, Volume 3, Issue 1, pp 47-63
Date: 20 Feb 2009

Collaboration through computation: incorporating trust model into service-based software systems

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Abstract

The open and dynamic nature of service-based software systems necessitates spontaneous and trustworthy interactions between collaborating entities. Service providers are exposed to users spanned across multiple organizational domains, so can be exploited by potentially untrustworthy service requestors. Given that, service providers need to trust requestors before granting them with services. Trust encompasses a number of quality attributes (e.g., security, competence, honesty) and helps in dynamic decision making. In this paper, we present a trust-based service collaboration approach, facilitated by the analysis of service-based interactions between service providers and requestors, and recommendations between service providers. Service providers exchange recommendations to convey their trust on requestors. This collaboration is quantified using our proposed trust model, called CAT, a Context-Aware Trust model based on service-based interactions by considering services as contexts. We identify a number of collaboration-based trust properties including risk and context-awareness and incorporate them in CAT. A context-similarity parameter is introduced to decide on similar services. A time-based ageing parameter is proposed to decrease trust values over time without any further interactions. Direct and indirect recommendations from other service providers are included in total trust calculation, with a path-based ageing parameter applying over indirect recommendations. A mechanism to calculate the accuracy of recommendations is proposed to differentiate between reliable and unreliable recommendations. These calculation schemes are employed in a trust-based service collaboration algorithm to automatically decide on granting services to requestors. The approach is elaborated using examples from file sharing applications, and successfully evaluated by implementing a prototype service-based file sharing grid.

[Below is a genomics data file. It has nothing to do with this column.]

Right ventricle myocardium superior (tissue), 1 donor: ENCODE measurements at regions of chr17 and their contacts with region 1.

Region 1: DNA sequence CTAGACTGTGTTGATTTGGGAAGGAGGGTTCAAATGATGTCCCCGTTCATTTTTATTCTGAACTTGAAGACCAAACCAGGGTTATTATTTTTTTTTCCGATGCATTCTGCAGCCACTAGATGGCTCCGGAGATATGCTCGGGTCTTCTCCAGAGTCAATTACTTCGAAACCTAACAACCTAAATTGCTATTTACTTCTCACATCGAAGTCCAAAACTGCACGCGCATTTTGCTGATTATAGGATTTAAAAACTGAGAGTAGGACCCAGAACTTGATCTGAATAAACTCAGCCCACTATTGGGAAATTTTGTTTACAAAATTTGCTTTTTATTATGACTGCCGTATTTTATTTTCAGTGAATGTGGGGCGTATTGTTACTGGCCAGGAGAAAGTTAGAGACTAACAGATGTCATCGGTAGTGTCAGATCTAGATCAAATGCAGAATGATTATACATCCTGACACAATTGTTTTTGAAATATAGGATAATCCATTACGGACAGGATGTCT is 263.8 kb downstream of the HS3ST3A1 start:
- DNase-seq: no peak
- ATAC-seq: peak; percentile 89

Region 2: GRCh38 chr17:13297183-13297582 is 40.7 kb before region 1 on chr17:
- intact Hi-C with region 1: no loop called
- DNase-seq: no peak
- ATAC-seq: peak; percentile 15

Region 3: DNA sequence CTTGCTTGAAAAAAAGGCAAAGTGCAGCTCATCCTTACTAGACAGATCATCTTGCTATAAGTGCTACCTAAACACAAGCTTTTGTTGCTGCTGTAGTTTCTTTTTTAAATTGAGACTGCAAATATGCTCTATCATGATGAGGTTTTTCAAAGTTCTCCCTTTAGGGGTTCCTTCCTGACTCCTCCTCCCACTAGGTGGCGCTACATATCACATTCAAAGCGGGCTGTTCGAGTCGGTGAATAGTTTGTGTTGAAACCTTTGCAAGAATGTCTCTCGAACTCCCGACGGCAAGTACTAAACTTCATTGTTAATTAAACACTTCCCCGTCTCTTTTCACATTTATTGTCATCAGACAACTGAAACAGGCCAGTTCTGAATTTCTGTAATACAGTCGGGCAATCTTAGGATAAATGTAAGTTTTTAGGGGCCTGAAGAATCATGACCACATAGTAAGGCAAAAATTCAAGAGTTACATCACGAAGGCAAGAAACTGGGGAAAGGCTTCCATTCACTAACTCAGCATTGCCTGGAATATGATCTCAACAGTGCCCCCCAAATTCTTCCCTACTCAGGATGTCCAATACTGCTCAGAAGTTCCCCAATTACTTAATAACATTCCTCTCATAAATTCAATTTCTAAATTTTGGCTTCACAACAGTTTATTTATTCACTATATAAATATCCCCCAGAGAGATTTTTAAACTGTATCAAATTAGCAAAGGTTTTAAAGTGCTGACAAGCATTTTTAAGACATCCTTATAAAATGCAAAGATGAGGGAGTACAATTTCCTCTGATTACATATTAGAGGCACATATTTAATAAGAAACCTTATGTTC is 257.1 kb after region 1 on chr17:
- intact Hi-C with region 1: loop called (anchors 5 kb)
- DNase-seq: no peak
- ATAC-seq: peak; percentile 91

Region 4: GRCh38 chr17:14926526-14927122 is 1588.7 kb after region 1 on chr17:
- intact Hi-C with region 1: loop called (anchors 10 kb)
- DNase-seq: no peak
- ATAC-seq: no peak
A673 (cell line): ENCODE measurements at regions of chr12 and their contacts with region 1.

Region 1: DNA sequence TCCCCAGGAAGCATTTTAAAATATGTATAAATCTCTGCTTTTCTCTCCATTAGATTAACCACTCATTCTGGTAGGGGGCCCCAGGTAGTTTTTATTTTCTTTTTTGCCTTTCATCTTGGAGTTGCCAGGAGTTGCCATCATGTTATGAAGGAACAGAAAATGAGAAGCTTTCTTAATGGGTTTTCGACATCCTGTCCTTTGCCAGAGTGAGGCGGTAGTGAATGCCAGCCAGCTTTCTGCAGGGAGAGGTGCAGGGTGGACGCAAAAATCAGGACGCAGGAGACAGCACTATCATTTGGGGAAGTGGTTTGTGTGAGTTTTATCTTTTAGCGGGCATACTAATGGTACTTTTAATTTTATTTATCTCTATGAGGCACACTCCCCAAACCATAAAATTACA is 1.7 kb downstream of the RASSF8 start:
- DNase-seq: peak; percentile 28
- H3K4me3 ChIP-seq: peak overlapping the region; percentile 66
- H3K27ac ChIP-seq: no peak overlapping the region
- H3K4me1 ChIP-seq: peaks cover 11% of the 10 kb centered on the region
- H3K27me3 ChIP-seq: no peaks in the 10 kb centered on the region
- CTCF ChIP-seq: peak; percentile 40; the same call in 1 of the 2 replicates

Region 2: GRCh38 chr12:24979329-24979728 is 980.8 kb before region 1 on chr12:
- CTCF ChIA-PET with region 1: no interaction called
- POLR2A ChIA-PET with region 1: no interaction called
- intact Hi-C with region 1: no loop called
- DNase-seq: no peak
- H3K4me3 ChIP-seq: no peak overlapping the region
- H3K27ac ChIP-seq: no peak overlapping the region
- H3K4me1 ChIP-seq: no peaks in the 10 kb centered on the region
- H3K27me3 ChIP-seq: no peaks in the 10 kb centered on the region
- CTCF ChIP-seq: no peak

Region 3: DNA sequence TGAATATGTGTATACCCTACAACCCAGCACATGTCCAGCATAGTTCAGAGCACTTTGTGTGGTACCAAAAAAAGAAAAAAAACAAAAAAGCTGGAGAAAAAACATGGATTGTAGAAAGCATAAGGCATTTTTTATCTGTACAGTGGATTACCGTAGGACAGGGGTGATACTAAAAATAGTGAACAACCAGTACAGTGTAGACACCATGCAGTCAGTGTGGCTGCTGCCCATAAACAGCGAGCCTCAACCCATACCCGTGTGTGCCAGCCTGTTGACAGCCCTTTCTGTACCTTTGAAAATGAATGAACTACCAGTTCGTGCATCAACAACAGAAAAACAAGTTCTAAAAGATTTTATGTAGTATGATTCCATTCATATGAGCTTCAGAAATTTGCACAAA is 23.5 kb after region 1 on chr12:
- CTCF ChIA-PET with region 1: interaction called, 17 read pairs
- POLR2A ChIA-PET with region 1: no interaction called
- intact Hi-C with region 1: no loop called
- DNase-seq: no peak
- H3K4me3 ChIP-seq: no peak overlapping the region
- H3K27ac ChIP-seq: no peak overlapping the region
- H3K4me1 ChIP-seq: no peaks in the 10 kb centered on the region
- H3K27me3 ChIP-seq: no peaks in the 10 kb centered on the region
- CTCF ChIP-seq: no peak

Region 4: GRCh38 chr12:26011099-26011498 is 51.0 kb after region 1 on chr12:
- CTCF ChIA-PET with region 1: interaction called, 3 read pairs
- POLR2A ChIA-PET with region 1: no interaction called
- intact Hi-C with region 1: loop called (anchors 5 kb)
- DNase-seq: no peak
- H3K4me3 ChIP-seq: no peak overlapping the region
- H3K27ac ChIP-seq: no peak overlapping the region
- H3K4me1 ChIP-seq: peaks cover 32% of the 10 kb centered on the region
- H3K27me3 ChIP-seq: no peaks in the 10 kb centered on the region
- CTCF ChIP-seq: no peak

This research is partially funded by the Natural Sciences and Engineering Research Council of Canada (NSERC).